Until the complexities of sex differences in the severity of COVID-19 are properly understood, we should use reliable information that we do have. There is currently a need for men to be extra vigilant about their health. Men should be consciously adding multifaceted supplements to their daily regimen that will not only help them stay healthy but will simultaneously help to build up their immune systems. Men looking for a supplement that provides multiple benefits, may look to CBD as a possible solution, but the lack of clinical research into the safety and efficacy of CBD should be a major cause for concern.
Rather, men could look to endocannabinoids, the natural cannabis-like molecules which are produced on demand by the body, that help to support many physiological systems such as memory, pain, mood, appetite, stress, sleep, and immune function.8
Palmitoylethanolamide (PEA) is an endogenous fatty acid amide that is produced in the body as a biological response to stress and inflammation, and has been found to have an indirect influence on the endocannabinoid system (ECS).9 Also known as the “entourage effect,” PEA increases levels of anandamide—an endocannabinoid with pain-relieving properties.10 Through these actions, PEA has been dubbed as the safe and legal alternative to CBD, with its ability to act on similar pathways to support mood, pain, sleep, and immunity.
Readily available today, PEA is the “body’s own CBD” that has been demonstrated to be superior in helping the body to manage respiratory tract infections.11-14 Discovered in the 1970s, researchers found PEA to have immune-modulating properties and the ability to reduce symptoms of influenza and cold and flu.15-16 Six published randomized, double-blinded, and placebo-controlled trials with approximately 3,000 participants demonstrated the safe and beneficial supportive effect of PEA, specifically for immune health. In addition to studies on immune health, multiple studies have demonstrated that PEA is safe and effective in supporting a balanced inflammatory response and improved gut barrier defense.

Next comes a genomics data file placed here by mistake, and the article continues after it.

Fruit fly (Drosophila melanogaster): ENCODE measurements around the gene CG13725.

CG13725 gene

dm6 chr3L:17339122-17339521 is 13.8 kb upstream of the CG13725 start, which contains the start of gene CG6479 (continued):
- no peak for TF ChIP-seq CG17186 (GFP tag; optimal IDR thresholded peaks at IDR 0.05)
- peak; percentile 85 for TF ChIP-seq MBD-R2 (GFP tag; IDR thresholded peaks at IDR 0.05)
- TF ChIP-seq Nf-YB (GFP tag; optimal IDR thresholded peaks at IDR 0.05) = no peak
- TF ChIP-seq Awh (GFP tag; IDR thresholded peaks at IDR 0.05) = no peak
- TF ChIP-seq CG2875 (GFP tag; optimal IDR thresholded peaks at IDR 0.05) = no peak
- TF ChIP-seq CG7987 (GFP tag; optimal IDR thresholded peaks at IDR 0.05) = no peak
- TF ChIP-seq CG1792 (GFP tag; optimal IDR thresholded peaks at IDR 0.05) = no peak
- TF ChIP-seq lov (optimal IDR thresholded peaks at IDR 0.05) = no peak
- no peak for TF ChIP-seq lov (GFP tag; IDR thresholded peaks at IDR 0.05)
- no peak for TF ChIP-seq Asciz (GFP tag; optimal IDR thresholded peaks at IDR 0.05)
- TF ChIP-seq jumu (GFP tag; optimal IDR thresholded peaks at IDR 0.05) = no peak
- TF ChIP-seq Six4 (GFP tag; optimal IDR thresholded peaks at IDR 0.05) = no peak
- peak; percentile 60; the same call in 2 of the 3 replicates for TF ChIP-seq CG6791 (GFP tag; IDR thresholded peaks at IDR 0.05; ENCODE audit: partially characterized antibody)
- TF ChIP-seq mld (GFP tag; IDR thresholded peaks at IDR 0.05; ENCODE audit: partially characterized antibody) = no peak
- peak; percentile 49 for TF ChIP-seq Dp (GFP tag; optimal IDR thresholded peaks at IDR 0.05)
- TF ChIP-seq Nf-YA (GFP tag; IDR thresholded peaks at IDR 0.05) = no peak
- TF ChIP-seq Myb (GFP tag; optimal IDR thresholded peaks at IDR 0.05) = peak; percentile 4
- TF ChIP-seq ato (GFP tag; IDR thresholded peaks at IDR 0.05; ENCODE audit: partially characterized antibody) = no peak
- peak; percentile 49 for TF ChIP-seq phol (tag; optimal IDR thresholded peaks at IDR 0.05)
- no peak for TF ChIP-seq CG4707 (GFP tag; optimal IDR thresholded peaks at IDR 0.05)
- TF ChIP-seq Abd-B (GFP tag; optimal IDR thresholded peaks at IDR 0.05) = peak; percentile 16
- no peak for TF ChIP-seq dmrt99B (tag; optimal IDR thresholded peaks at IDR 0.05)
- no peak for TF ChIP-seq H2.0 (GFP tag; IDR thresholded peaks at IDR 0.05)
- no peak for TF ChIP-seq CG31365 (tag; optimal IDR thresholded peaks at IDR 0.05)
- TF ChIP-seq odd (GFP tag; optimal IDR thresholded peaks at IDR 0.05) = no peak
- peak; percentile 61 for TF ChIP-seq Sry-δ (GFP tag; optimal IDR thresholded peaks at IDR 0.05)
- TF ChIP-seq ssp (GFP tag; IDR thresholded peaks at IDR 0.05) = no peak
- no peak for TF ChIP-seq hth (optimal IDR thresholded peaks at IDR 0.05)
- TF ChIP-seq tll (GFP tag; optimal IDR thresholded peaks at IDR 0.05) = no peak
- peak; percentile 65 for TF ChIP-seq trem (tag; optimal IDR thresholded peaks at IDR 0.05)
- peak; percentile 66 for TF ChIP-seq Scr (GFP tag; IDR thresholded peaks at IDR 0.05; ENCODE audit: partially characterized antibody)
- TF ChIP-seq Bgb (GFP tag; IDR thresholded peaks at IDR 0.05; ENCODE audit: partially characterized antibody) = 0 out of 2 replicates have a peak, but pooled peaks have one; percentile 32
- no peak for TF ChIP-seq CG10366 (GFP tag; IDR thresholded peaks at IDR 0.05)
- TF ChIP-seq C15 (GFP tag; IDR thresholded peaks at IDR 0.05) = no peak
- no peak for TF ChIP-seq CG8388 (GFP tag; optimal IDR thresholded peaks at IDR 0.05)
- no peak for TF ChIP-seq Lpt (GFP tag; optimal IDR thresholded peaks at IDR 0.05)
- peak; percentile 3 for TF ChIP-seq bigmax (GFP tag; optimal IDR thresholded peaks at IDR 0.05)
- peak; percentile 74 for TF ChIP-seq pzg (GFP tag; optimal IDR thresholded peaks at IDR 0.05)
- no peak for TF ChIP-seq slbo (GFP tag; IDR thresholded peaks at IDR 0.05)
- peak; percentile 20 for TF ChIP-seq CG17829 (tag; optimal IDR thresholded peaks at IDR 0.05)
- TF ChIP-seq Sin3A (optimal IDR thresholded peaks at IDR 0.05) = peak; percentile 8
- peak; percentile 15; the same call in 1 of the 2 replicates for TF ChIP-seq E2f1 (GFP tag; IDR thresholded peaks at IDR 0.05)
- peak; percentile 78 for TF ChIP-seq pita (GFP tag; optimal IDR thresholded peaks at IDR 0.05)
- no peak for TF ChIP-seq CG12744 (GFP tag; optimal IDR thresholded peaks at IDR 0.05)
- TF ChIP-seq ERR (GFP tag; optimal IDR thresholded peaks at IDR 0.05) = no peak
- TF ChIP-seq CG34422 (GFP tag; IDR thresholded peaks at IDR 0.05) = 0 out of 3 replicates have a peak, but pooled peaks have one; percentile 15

PEA is a potent grenade in the arsenal for staying healthy during the pandemic, not only because it helps promote immunity, but it can also provide support in other areas such as mental health. The COVID-19 pandemic and the resulting economic recession have negatively affected many people’s mental health and created new barriers for people already suffering from mental issues.
In a KFF Tracking Poll conducted in mid-July, 53% of adults in the U.S. reported that their mental health has been negatively impacted due to worry and stress over COVID-19. Many adults also reported specific negative impacts on their mental health and well-being, such as difficulty sleeping (36%) or eating (32%), increases in alcohol consumption or substance use (12%), and worsening chronic conditions (12%) due to worry and stress over the coronavirus.17
As the pandemic wears on, people’s mental health continues to be affected adversely due to isolation, job loss, and financial instability. In a survey carried out by the Cleveland Clinic, 66% of men said they rarely talk about the impact COVID-19 has had on their mental health.18 However, almost 1 in every 5 men in the U.S. acknowledged their mental health has gotten worse since the start of the coronavirus outbreak, according to Movember.19